The Italian band Elio e le Storie Tese released in 2008 a song called "Ignudi fra i Nudisti" (Naked Among Nudists), included in their studio album Studentessi. The music is a complete reverse version of "Suspicious Minds" so this song is probably the first "coverse" in history.

Clay Aiken covered "Suspicious Minds" during his 'Elvis Set' while on his Jukebox Tour,the summer of 2005. Clay performed the song during a visit to Good Morning America during the tour and a reviewer wrote: "Clay Aiken does Elvis better than Elvis!"[citation needed]

The band Phish performed Suspicious Minds in Las Vegas NV, the concert was turned into an album called 'Vegas 96.'

Indie rock band The Flaming Lips performed a cover on the BBC special Elvis Cover Story.

In 2007, popular Greek singer Sakis Rouvas covered the original Elvis version for the soundtrack of his début film, Alter Ego. A music video was also released to promote both the film and its soundtrack, while the song was also first performed in concert by Rouvas on September 9, 2007 at Lycabetus Theatre, which was recorded for his live album This Is My Live.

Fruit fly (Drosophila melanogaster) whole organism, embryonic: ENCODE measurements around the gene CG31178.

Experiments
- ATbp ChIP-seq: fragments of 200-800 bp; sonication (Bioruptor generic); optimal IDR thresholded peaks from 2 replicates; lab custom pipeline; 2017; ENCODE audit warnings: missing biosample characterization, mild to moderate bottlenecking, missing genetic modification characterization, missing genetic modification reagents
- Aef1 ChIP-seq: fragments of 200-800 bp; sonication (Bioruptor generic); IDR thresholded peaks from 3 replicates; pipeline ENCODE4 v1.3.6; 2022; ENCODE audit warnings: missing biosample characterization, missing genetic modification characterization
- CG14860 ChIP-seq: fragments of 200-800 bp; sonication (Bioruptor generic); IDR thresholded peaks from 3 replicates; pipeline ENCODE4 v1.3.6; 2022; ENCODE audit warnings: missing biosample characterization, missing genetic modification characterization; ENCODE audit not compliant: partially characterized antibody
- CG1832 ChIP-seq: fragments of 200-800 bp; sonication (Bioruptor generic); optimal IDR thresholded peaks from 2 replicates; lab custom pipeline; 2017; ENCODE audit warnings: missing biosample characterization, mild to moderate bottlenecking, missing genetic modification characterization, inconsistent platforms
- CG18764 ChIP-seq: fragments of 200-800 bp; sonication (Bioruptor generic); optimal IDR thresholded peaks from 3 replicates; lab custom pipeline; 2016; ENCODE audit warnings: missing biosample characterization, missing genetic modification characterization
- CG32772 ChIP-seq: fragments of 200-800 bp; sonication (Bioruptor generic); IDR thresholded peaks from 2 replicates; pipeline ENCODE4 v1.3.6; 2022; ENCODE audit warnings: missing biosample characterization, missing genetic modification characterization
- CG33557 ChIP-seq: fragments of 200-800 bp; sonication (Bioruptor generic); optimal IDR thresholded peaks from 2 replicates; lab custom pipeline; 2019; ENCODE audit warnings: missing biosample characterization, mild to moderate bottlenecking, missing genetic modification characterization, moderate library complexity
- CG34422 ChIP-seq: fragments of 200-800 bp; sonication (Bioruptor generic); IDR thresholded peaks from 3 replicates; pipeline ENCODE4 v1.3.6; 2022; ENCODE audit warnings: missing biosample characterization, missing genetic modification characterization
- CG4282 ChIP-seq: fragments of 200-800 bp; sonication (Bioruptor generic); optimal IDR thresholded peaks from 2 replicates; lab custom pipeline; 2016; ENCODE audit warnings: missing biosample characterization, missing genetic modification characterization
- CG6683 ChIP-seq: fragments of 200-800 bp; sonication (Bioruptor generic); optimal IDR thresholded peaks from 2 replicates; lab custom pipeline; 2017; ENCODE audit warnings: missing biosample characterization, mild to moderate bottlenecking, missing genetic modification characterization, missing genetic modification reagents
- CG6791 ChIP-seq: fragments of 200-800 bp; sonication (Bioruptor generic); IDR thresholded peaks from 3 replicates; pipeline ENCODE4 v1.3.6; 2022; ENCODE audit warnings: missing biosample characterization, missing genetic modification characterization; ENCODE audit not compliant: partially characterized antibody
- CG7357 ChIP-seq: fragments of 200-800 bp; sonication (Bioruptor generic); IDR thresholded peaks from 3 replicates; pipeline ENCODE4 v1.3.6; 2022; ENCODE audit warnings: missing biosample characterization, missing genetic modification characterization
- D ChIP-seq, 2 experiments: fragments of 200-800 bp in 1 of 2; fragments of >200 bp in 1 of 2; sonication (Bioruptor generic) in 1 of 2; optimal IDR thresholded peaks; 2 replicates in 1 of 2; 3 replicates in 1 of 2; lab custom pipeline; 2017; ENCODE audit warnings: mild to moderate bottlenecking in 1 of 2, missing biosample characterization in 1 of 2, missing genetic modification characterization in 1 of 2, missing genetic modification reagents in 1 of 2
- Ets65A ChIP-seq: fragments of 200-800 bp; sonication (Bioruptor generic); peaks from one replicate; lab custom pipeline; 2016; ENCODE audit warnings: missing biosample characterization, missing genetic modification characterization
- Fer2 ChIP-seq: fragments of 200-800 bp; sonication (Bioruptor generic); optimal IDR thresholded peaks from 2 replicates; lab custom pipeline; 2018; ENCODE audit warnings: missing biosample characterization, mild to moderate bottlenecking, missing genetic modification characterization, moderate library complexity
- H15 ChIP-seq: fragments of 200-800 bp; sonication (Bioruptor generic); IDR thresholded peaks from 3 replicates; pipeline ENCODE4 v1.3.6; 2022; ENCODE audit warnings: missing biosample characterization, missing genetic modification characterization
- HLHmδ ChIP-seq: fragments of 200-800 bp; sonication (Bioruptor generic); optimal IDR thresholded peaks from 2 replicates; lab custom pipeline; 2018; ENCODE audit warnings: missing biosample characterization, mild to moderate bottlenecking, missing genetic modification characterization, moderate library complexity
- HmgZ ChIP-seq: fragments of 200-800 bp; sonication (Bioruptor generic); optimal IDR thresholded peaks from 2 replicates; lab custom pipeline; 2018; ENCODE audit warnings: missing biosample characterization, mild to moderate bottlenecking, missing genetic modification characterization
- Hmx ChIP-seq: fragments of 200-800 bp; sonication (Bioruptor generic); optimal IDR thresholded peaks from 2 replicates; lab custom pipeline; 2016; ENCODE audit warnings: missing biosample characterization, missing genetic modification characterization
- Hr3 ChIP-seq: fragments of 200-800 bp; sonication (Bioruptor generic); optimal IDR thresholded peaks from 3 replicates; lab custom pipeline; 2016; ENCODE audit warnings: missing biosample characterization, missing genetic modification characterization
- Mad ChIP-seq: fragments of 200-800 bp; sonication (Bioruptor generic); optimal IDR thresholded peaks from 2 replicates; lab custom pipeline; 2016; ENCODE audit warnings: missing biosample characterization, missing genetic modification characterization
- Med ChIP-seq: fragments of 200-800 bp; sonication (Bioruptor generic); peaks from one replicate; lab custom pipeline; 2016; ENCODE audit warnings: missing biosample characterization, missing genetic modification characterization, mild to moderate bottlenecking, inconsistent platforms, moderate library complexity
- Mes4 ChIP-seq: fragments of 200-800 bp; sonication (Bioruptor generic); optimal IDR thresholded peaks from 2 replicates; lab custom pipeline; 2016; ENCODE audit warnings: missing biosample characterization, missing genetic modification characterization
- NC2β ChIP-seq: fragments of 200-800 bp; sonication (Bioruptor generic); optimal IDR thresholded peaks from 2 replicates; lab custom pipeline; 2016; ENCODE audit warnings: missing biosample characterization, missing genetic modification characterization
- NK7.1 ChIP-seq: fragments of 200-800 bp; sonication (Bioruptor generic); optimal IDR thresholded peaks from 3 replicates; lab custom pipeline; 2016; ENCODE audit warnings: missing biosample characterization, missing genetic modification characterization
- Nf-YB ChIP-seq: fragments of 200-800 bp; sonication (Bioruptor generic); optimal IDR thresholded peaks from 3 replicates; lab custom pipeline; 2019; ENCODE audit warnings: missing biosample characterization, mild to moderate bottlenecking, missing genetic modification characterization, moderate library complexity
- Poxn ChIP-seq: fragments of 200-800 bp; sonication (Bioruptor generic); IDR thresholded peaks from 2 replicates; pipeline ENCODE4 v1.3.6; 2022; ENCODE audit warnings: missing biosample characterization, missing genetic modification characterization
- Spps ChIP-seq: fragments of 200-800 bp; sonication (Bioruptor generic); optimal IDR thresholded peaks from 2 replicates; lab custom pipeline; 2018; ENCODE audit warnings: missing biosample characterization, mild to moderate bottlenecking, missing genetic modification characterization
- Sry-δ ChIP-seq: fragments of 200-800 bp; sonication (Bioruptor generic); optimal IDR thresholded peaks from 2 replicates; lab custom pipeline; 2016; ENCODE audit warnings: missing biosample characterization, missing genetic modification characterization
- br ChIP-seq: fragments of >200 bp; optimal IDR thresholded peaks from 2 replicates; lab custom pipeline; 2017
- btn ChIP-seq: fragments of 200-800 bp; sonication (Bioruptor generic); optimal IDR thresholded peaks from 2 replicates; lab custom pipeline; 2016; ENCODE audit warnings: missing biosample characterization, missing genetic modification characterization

Miss Kittin and The Hacker recorded a version for their 2009 album Two.

Celtic Rock Band Blaggards cover the song on their debut album 'Standards.'

The Irish Punk band The Defects released a cover version on their 3rd and final EP of the same name in 1983.

Ronan Keating covered the song on his 2009 album Songs for My Mother.

The jam band Rusted Root covered the song on their 2009 album Stereo Rodeo.